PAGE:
VERDICT: We suspect that these apps will only appeal to the serious photographer determined to wring the last pixel of performance from the phone camera. After all, the attraction of the camera in the phone is that it is the ultimate iteration of the box camera philosophy of “you press the button, we do the rest” – “we” in this case being the phone. However, we can imagine a point-and-shooter appreciating the macro focusing controls in Reflex and Manual, and at the price why quibble? Keep it on the phone for just in case.

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Richard White book

Last month we went on an excursion to New Zealand with a bunch of chaps intending to do landscapes in the Ansel Adams mode. And New Zealand is the ideal place to do it because, just like Mr Adams in Yosemite, it is shooting fish in a barrel.

Every corner you turn there is another snow-capped mountain reflected in another vast, tranquil lake. Then, when you tire of that, get in a helicopter and tootle across the mountains and glaciers to Milford Sound, and if you don’t come back with at least fourteen black and white masterpieces you should have your Nikon taken away.

When you get back home, and look around for something to photograph in this flat and barren land the experience can be a tad depressing. Australia is not a flashy country, and there really isn’t anything left to say, photographically, about Uluru or the Twelve (?) Apostles, so where will a chap focus his Canon? Or, in Richard White’s case, his 5×4 film camera?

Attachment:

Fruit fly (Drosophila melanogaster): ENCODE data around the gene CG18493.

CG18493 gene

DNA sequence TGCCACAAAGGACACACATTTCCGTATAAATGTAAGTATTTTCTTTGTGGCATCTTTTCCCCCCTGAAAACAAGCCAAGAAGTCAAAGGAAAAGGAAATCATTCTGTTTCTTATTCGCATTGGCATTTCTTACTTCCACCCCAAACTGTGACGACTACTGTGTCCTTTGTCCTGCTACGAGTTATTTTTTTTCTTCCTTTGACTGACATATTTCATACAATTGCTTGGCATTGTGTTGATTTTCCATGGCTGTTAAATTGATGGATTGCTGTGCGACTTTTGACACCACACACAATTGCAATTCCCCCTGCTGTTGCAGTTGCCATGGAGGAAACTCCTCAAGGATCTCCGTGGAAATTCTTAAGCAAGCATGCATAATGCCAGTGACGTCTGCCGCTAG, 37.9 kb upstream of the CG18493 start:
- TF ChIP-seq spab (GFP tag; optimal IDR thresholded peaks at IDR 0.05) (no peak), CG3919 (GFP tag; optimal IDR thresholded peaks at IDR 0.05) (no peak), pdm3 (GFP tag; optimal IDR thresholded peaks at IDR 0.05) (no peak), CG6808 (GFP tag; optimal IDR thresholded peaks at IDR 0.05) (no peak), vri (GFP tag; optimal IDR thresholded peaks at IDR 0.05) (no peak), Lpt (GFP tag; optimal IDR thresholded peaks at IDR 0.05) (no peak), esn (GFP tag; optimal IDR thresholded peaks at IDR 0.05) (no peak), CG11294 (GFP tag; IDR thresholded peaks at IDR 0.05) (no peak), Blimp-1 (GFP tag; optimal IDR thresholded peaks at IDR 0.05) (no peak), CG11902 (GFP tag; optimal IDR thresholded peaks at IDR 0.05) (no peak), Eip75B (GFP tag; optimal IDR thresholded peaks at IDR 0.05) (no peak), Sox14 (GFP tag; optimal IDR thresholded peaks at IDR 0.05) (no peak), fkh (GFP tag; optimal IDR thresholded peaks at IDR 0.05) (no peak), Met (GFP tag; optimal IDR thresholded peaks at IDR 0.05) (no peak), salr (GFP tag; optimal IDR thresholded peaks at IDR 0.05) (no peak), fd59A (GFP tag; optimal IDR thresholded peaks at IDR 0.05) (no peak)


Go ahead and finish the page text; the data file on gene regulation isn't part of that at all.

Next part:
You can see the answer in Richard White’s new book, The High Country. He acknowledges that we “cannot boast of colossal mountains…like New Zealand.” But, he says, “What we do have in our High Country is equally as breathtaking and the vast range of material on offer to the camera is astonishing, and it is this offering that I love and am continually drawn to.”

With four wheel drive and robust wellies White carries his heavy gear into the places where the hills yield up their hidden charms. And it must be said that there is no more enchanting tree than a snow gum, particularly when it is a gum actually in the snow.

The High Country contains seventy-five superbly reproduced examples of White’s black and white images, all captured on medium and large format film cameras. The book is also a compact tutorial in the art of photography. Everything anyone needs to know about light, composition and perceiving the picture possibility is here in the photographs and the words.

If you want to know the difference between a “photographer” and a camera owner it is summed up in White’s advice: “We kid ourselves if we think we can pick up a camera every so often and then hope that our images will improve. Photography can be compared to music, if you play an instrument, then practice is simply something you do to get better at it. It is not an option. It is a given.”

The High Country can be ordered from www.richardwhite.com.au ($95 inc p&h). It’s an ideal Christmas present for the Beloved Photographer looking for inspiration.